Today, I wanted to take a quick look at Incident Diplomatique, the new masculine vetiver-patchouli fragrance from Jovoy Paris. As always, my Reviews en Bref are for fragrances that — for whatever reason — didn’t seem to warrant my usual in-depth, detailed analysis. In this case, the reasons will become soon become apparent why I’ve opted for that approach.
Atelier des Ors is a relatively new French niche house that arrived on the scene in 2015 with five eau de parfums, including the two subjects of today’s review, Larmes du Desert and Cuir Sacre. (Both fragrances are officially spelt with accents as Larmes du Désert and Cuir Sacré, but I’m skipping them for the sake of speed and convenience.)
Atelier des Ors was founded by Jean-Philippe Clermont who is also the artistic director for the brand. All the fragrances are eau de parfums that were created by Marie Salamagne. All of them come in glass bottles cut in an Art Deco design and filled with 24k gold flakes. I generally am not one to either get excited about packaging or to comment on it, but I must say the photos I’ve seen for some of the bottles really turned my head. The Art Deco-style sun flares cut into the glass look gorgeous!
Glenlivet and the distilled spirit of the Scottish Highlands are the inspiration behind Spirit of the Glen, an evocative fragrance from the American indie brand, D.S. & Durga. It’s part of a trio that comprise the HYLNDS Collection, and I thought that the concepts behind both the fragrance and the Collection itself to be fascinating. Really, I loved them, so I hope you’ll forgive a brief digression into the details.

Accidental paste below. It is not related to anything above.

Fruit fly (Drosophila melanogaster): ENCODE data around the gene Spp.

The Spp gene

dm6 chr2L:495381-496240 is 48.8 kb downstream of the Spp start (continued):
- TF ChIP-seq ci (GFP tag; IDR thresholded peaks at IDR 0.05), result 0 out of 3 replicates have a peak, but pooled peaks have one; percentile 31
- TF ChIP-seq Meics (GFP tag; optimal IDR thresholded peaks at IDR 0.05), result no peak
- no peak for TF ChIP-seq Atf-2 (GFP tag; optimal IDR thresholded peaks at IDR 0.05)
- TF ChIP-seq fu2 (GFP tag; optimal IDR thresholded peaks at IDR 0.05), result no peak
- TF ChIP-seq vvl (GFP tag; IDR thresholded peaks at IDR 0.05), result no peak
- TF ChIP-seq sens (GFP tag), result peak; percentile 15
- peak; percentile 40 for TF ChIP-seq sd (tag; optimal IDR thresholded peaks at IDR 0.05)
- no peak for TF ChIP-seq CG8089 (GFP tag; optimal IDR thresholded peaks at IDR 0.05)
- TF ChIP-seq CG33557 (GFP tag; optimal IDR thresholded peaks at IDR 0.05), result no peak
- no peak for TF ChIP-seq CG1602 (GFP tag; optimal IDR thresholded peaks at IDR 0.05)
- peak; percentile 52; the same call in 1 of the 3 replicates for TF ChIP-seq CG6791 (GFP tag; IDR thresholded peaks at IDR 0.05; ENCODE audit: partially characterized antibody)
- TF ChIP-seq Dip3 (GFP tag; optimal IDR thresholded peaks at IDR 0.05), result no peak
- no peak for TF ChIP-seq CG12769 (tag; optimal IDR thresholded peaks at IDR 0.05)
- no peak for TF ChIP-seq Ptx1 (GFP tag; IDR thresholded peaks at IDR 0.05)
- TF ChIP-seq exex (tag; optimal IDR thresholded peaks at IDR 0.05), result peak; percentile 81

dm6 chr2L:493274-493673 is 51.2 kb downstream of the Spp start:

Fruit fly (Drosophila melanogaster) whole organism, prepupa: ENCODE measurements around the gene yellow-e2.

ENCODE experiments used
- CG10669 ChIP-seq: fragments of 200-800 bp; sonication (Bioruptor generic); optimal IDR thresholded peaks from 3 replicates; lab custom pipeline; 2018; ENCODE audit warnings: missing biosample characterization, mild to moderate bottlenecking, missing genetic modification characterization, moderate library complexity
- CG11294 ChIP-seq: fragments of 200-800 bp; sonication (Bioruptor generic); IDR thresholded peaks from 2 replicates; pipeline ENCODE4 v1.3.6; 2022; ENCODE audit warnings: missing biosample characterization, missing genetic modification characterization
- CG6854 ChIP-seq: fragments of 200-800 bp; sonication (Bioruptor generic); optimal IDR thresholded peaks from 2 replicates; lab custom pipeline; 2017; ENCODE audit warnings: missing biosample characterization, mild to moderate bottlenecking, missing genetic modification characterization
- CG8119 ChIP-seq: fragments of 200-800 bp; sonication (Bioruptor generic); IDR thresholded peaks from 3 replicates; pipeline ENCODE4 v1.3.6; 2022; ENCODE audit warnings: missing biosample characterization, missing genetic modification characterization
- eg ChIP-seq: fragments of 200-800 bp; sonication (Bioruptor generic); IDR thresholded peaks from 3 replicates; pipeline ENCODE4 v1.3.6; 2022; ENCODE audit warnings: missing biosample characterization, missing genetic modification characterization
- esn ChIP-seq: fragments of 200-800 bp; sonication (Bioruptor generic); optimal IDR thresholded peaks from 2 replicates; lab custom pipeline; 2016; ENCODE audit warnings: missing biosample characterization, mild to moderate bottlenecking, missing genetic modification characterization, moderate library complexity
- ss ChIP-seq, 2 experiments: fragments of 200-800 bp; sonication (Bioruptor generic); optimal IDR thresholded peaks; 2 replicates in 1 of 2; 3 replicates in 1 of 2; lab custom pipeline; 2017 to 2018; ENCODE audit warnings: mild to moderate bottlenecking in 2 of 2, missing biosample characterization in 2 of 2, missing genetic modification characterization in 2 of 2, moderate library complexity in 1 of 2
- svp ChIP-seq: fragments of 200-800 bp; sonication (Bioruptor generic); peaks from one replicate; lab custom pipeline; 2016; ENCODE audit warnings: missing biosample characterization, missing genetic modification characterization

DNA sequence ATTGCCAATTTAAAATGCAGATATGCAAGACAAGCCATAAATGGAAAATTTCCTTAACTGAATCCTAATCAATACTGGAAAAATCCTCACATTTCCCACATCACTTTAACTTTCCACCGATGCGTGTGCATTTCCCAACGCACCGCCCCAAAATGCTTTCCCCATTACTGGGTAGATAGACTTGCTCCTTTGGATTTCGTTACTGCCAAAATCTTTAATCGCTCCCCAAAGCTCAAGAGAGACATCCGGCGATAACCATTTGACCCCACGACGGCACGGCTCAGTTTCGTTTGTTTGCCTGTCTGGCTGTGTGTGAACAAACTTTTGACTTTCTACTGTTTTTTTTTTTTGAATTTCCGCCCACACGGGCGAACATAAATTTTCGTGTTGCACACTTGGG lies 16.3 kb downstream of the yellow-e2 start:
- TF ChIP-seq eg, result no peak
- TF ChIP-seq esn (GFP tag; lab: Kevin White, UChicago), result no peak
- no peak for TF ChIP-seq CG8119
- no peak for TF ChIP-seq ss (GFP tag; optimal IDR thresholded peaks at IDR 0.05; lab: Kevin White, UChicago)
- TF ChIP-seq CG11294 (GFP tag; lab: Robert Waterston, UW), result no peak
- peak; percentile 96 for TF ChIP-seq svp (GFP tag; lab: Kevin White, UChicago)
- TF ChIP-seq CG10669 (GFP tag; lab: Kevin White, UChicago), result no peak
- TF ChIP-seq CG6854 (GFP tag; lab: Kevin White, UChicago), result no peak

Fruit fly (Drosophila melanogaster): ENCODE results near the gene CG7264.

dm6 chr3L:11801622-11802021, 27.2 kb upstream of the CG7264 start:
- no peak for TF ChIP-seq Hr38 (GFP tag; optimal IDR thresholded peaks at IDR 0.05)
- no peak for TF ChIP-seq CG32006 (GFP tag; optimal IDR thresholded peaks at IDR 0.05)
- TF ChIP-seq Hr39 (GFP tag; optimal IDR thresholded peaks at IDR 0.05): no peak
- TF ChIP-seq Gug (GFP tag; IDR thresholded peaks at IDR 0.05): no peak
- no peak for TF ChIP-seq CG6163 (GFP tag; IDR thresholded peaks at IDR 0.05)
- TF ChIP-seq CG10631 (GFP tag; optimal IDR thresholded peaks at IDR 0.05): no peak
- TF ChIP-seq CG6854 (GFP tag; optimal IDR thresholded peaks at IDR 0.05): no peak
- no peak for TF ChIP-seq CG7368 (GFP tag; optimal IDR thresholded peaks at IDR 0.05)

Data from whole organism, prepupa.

According to the copy quoted on First in Fragrance, the HYLNDS Collection “seeks to recall the myth infused lands of Northern Europe. Tracing legends from antiquity, the Iron and Viking Age, HYLNDS fragrances are made with an in depth research into historical documents, aromatic analysis of real places, and the artistic creation of the Celtic, Norse, Manx, and Anglo peoples.” The story behind Spirit of the Glen may be even cooler, at least for a scotch drinker. Luckyscent says it arose out of an actual collaboration between perfumer David Moltz and Glenlivet “to craft a fragrance worthy of their flagship 18-year aged whisky.” As he explains on DS & Durga, to bottle the scent of their famous Speyside single malt, The Glenlivet 18, he went so far as to use accords “from all aspects of whisky production” right down to “charred bourbon barrel” and touches of “sherry cask.”
There’s a new mystery on the perfume scene, a fragrance called Aeon 001. It’s an eau de parfum that is described as an “experimental” vetiver and it was made by a famous perfumer whose name will be kept secret until the limited number of bottles have all been sold. I’m not a huge vetiver lover but I’m a sucker for a mystery, particularly one that is said to involve resins, spices, and white flowers, so I ordered a sample.
Many parts of Aeon 001 made me nod appreciatively and smile. It merged several perfume genres and families, glimmered with complexity, and was far from the hardcore vetiver soliflore that I had expected. At one point, it was primarily a modern animalic chypre in the vein of Bogue‘s stellar Maai, albeit a tame, baby cousin to that scent. At another stage, it was a vetiver leather oriental. At all times, though, and from the very first sniff, I thought that Aeon 001 bore the inimitable style of Bertrand Duchaufour at his best, from the use of one of his favorite notes to his trademark style of creating perfumes with paradoxical bold airiness or impactful, dense lightness.